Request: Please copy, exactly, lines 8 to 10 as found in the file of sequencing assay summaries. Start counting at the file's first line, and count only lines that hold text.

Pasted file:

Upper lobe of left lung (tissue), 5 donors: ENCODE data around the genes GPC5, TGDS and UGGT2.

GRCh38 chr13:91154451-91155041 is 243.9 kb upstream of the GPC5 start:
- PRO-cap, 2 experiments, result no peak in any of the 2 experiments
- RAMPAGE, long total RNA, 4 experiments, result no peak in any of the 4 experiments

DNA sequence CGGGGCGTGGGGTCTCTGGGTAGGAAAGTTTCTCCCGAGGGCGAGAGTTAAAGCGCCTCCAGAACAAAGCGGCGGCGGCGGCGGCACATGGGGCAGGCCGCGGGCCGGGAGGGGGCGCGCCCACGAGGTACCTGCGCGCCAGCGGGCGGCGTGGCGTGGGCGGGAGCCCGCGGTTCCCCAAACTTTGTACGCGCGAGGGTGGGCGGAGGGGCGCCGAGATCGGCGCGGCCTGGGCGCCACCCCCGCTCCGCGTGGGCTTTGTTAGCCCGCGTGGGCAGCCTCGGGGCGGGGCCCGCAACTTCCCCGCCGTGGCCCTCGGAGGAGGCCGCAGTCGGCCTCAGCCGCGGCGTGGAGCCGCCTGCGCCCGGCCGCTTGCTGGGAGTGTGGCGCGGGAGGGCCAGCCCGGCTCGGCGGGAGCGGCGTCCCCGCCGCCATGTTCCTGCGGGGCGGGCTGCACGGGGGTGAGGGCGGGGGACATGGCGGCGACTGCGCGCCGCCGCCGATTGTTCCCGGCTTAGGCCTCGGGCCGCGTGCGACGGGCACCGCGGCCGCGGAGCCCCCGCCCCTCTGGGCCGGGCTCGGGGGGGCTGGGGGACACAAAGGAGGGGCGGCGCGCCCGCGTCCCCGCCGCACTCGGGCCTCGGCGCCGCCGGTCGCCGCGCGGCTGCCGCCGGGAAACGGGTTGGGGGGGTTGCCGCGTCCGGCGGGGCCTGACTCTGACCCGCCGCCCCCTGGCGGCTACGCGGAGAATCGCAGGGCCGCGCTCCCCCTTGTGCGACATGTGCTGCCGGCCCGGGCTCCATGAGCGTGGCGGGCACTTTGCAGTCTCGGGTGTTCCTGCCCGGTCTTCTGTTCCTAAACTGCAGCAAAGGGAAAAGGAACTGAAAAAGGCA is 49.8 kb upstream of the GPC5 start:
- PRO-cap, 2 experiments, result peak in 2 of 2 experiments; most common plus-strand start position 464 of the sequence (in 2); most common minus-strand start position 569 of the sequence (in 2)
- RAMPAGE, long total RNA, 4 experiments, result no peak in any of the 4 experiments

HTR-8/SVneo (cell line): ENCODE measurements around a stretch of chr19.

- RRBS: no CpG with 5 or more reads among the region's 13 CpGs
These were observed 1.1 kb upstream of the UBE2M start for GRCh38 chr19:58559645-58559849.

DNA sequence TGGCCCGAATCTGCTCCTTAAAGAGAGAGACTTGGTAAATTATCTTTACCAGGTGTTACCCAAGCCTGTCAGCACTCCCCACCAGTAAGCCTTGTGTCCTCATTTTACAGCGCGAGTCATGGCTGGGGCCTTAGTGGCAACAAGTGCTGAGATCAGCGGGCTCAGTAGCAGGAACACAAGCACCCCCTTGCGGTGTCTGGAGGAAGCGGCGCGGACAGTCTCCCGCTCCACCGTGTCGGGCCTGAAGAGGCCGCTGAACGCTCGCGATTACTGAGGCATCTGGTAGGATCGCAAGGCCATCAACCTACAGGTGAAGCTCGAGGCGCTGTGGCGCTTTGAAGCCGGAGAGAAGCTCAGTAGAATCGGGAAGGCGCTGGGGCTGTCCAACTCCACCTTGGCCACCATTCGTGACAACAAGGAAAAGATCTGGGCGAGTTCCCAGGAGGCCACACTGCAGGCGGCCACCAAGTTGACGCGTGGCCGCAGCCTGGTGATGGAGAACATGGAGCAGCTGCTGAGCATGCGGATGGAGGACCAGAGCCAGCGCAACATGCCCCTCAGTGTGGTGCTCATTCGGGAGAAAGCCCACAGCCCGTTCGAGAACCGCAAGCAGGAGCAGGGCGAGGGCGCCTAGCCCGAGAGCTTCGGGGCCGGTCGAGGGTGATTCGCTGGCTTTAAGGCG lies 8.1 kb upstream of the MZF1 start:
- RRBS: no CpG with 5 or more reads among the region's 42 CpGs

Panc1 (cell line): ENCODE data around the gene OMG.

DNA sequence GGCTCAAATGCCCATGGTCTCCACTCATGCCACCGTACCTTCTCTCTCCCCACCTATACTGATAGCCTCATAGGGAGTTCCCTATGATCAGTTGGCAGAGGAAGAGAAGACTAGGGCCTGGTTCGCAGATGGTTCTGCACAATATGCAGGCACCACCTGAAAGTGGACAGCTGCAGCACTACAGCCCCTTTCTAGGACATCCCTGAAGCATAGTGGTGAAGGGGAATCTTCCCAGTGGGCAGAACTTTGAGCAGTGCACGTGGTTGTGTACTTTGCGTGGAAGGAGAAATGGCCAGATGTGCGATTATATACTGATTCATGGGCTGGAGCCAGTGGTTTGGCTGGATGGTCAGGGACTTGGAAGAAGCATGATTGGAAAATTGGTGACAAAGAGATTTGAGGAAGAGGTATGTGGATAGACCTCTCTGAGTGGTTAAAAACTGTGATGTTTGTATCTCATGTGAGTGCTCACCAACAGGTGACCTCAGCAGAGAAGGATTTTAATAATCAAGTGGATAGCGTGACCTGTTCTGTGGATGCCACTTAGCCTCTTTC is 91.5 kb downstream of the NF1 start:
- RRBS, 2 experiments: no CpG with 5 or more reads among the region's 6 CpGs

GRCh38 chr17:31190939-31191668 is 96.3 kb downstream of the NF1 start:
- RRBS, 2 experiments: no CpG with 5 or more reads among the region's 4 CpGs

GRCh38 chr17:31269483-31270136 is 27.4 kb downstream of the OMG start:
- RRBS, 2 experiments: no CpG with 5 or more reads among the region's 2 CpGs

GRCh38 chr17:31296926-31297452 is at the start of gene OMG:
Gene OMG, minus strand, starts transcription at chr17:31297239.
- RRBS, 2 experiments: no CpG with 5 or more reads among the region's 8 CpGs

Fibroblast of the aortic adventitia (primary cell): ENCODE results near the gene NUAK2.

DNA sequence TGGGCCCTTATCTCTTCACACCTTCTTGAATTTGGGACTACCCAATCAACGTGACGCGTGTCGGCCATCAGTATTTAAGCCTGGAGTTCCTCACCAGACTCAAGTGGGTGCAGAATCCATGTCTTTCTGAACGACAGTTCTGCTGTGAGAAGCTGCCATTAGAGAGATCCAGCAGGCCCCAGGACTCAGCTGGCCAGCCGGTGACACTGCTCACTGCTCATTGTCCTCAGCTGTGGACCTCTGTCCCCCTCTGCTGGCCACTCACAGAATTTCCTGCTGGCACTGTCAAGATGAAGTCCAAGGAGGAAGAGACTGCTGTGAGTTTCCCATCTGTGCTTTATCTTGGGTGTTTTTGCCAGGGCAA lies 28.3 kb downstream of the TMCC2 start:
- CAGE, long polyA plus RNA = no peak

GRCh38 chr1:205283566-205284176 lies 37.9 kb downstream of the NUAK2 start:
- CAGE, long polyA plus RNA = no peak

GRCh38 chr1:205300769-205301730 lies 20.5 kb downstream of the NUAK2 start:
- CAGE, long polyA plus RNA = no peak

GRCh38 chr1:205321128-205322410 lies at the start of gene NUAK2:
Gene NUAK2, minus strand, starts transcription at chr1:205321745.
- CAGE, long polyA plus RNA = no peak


HTR-8/SVneo (cell line): ENCODE measurements around a stretch of chr19.

- RRBS: no CpG with 5 or more reads among the region's 13 CpGs
These were observed 1.1 kb upstream of the UBE2M start for GRCh38 chr19:58559645-58559849.